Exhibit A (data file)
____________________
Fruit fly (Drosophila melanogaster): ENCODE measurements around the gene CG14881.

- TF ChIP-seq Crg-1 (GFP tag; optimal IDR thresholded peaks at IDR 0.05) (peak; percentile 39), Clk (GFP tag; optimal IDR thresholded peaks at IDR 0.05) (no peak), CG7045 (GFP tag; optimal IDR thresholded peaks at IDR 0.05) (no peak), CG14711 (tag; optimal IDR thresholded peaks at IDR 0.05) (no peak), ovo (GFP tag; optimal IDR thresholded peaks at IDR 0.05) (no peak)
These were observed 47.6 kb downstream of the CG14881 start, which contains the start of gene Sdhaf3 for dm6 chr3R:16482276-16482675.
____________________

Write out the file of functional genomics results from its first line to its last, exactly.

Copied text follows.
Fruit fly (Drosophila melanogaster): ENCODE measurements around the gene CG14881.

- TF ChIP-seq Crg-1 (GFP tag; optimal IDR thresholded peaks at IDR 0.05) (peak; percentile 39), Clk (GFP tag; optimal IDR thresholded peaks at IDR 0.05) (no peak), CG7045 (GFP tag; optimal IDR thresholded peaks at IDR 0.05) (no peak), CG14711 (tag; optimal IDR thresholded peaks at IDR 0.05) (no peak), ovo (GFP tag; optimal IDR thresholded peaks at IDR 0.05) (no peak)
These were observed 47.6 kb downstream of the CG14881 start, which contains the start of gene Sdhaf3 for dm6 chr3R:16482276-16482675.